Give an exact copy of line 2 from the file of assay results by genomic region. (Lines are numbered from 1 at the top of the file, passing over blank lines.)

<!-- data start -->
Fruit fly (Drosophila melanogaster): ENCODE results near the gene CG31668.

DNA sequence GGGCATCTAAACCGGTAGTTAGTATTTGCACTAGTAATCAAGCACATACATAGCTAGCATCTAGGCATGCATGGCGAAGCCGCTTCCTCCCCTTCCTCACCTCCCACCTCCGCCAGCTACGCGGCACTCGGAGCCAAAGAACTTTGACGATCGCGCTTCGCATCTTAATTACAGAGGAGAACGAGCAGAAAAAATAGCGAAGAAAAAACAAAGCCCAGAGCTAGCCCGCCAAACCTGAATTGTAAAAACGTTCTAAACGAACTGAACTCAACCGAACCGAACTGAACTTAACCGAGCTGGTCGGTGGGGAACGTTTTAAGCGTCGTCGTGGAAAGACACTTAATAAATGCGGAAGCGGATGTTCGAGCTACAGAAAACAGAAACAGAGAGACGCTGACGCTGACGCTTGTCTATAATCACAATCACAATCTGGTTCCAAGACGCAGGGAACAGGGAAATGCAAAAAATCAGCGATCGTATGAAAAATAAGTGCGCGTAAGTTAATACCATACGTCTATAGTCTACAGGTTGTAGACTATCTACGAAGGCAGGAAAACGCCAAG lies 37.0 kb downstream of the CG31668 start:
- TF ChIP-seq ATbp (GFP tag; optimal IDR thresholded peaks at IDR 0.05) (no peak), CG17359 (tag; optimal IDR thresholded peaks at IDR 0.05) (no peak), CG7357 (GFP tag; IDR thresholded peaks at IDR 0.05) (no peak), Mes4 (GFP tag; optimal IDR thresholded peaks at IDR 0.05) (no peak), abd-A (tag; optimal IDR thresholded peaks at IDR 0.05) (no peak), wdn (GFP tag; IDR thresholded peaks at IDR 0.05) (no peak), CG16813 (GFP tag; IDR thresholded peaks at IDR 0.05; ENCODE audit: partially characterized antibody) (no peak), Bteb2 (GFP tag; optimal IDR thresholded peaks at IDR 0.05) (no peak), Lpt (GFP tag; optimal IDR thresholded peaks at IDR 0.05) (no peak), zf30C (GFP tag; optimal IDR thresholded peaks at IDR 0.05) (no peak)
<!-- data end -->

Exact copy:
DNA sequence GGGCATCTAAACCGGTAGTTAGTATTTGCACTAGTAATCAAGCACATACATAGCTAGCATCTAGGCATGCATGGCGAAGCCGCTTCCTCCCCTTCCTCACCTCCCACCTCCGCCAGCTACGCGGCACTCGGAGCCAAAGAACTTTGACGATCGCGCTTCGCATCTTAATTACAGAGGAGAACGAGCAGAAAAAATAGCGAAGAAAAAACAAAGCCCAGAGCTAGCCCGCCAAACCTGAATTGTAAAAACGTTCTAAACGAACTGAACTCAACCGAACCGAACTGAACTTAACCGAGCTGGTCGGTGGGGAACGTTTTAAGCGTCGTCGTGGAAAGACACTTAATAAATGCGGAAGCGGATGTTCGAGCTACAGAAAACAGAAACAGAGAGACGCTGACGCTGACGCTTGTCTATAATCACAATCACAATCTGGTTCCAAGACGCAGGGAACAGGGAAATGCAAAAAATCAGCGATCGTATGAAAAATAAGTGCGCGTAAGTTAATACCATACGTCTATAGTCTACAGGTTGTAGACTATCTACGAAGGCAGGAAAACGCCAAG lies 37.0 kb downstream of the CG31668 start: